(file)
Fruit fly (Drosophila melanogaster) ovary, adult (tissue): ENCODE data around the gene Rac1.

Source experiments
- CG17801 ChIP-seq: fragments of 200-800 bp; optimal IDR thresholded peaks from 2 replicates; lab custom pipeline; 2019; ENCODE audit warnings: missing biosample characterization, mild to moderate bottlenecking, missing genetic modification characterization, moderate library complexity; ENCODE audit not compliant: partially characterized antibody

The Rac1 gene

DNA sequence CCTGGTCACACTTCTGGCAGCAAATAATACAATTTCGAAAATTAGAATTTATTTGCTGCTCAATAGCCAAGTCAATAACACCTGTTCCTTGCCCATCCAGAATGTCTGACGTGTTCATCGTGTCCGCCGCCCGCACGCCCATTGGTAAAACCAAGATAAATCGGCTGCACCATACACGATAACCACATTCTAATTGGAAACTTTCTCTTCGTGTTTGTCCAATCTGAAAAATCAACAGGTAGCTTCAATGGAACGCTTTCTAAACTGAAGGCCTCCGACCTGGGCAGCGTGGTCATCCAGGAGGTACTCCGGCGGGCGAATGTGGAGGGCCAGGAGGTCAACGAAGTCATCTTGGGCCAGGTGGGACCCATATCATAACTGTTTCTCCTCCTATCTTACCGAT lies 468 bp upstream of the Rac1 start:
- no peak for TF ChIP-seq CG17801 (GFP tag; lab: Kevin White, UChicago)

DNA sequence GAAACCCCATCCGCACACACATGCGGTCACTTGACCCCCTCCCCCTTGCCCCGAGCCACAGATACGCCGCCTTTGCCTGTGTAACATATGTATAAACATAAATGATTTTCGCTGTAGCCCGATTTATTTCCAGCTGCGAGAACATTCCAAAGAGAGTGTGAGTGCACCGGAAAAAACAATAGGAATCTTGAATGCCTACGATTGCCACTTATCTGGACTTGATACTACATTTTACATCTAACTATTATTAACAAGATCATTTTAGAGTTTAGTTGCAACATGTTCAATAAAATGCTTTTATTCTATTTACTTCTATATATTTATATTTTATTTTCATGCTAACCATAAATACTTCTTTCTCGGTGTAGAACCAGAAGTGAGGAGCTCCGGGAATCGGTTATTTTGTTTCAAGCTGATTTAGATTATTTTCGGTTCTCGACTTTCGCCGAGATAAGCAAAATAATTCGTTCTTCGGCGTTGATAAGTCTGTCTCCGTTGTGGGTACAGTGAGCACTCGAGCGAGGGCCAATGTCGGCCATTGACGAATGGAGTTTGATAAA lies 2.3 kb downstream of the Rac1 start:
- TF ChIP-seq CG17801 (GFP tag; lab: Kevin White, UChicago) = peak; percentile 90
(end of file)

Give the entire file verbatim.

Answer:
Fruit fly (Drosophila melanogaster) ovary, adult (tissue): ENCODE data around the gene Rac1.

Source experiments
- CG17801 ChIP-seq: fragments of 200-800 bp; optimal IDR thresholded peaks from 2 replicates; lab custom pipeline; 2019; ENCODE audit warnings: missing biosample characterization, mild to moderate bottlenecking, missing genetic modification characterization, moderate library complexity; ENCODE audit not compliant: partially characterized antibody

The Rac1 gene

DNA sequence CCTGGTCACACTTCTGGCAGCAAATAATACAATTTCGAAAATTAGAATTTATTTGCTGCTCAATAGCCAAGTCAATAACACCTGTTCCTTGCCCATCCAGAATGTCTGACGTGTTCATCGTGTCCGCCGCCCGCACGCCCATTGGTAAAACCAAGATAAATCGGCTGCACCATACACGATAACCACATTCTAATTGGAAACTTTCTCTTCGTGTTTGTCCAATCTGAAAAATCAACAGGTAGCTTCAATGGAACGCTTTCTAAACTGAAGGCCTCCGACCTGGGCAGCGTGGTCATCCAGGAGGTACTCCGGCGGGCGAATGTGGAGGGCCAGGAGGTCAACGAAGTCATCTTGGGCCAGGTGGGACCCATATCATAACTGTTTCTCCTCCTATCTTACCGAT lies 468 bp upstream of the Rac1 start:
- no peak for TF ChIP-seq CG17801 (GFP tag; lab: Kevin White, UChicago)

DNA sequence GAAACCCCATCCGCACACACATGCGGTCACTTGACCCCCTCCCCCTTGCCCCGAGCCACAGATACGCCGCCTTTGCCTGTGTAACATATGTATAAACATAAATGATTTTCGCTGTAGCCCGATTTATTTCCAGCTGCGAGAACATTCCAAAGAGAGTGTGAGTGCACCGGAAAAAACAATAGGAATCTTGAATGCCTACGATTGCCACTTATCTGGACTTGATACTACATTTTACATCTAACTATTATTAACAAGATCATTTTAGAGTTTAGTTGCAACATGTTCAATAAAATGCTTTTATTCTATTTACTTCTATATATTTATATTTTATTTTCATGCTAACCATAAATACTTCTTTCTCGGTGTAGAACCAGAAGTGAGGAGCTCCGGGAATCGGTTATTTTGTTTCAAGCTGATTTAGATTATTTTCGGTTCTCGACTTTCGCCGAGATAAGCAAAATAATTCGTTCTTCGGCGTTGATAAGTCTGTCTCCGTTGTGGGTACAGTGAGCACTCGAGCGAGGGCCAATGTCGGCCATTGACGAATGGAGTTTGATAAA lies 2.3 kb downstream of the Rac1 start:
- TF ChIP-seq CG17801 (GFP tag; lab: Kevin White, UChicago) = peak; percentile 90